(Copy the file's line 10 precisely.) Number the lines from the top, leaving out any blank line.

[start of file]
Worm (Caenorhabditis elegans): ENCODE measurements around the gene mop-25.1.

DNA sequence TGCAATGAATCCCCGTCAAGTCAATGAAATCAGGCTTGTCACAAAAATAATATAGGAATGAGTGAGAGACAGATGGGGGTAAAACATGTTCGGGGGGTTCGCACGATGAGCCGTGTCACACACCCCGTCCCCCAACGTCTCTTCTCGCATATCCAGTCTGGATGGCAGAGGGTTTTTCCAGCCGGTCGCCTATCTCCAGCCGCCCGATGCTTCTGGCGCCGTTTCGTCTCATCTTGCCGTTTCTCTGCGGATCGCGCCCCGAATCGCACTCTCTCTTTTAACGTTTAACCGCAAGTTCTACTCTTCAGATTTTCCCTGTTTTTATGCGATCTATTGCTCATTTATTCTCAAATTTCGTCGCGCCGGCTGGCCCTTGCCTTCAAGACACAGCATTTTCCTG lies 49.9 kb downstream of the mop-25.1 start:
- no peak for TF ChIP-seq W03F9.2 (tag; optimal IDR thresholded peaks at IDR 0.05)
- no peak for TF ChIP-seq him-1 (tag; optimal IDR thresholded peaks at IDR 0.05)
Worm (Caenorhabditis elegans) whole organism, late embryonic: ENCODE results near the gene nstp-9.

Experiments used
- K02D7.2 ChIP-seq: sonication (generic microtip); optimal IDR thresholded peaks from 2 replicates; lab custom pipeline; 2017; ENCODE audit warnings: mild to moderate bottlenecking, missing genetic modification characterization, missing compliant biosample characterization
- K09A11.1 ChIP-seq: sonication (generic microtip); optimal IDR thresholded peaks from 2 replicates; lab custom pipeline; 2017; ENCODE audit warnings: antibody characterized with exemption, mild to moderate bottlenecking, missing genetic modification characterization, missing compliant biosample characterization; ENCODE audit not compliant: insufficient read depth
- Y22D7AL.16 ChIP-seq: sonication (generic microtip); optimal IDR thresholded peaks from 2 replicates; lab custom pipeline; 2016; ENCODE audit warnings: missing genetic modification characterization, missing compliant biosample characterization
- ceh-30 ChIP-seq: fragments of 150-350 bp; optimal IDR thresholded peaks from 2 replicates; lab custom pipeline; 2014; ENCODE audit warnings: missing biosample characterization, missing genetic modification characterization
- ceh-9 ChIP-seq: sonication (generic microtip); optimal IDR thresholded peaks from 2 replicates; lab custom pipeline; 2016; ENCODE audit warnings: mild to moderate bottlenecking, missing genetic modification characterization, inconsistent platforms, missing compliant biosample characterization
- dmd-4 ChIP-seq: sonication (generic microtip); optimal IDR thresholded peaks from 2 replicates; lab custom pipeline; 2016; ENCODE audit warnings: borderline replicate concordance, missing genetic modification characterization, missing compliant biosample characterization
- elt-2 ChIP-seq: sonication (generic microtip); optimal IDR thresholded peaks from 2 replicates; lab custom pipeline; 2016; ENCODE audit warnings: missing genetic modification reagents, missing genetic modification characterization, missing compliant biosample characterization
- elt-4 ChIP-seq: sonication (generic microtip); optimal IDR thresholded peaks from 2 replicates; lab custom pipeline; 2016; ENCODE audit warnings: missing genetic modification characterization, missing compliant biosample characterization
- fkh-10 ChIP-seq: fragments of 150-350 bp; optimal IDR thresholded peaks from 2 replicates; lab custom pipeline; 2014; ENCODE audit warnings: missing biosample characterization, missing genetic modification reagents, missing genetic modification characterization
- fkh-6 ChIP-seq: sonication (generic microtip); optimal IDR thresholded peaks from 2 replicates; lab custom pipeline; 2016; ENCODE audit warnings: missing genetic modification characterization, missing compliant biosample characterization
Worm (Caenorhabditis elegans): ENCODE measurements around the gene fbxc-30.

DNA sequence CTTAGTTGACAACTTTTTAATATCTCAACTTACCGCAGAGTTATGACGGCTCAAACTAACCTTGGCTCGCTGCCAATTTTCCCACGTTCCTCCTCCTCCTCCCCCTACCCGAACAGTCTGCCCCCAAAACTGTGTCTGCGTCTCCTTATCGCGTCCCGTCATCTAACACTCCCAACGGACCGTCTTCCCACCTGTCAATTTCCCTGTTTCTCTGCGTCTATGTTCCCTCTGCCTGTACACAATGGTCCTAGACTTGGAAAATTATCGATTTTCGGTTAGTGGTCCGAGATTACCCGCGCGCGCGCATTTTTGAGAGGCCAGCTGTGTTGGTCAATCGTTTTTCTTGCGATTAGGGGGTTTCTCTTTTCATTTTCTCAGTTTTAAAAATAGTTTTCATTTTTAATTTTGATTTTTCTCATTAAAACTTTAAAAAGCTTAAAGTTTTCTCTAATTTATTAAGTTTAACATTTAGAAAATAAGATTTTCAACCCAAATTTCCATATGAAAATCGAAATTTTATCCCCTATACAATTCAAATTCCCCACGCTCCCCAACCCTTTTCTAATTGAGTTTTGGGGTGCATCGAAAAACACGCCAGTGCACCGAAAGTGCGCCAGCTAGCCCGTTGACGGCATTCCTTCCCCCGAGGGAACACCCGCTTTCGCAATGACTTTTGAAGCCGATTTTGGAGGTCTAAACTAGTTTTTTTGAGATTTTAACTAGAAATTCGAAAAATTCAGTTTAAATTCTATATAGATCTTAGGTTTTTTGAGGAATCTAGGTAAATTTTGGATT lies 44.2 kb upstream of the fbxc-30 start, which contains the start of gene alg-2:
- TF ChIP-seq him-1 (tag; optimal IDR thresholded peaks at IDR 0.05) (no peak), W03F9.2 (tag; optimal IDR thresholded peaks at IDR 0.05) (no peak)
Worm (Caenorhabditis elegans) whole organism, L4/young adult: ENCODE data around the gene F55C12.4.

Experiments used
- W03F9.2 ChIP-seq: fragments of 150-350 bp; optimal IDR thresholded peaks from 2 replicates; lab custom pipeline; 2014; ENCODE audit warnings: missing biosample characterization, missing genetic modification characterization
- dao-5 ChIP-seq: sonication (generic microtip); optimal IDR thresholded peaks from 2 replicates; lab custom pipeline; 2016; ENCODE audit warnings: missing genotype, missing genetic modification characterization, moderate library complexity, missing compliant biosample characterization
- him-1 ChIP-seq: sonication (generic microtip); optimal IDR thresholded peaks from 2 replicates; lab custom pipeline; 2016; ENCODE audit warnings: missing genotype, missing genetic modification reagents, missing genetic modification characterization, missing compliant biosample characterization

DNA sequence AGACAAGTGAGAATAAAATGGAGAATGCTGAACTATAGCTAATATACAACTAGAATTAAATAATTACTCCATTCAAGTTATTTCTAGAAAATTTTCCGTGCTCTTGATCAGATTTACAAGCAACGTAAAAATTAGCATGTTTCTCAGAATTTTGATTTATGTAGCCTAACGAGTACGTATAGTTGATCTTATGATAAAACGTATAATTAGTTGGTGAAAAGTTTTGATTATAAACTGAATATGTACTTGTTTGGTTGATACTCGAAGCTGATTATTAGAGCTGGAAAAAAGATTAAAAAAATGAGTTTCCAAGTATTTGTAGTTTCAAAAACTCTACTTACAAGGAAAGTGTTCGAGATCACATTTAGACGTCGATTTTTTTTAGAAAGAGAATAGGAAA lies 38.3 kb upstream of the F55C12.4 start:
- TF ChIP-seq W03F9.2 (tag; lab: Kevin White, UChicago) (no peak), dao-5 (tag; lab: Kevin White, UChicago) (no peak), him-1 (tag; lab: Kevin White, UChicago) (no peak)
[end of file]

- ceh-30 ChIP-seq: fragments of 150-350 bp; optimal IDR thresholded peaks from 2 replicates; lab custom pipeline; 2014; ENCODE audit warnings: missing biosample characterization, missing genetic modification characterization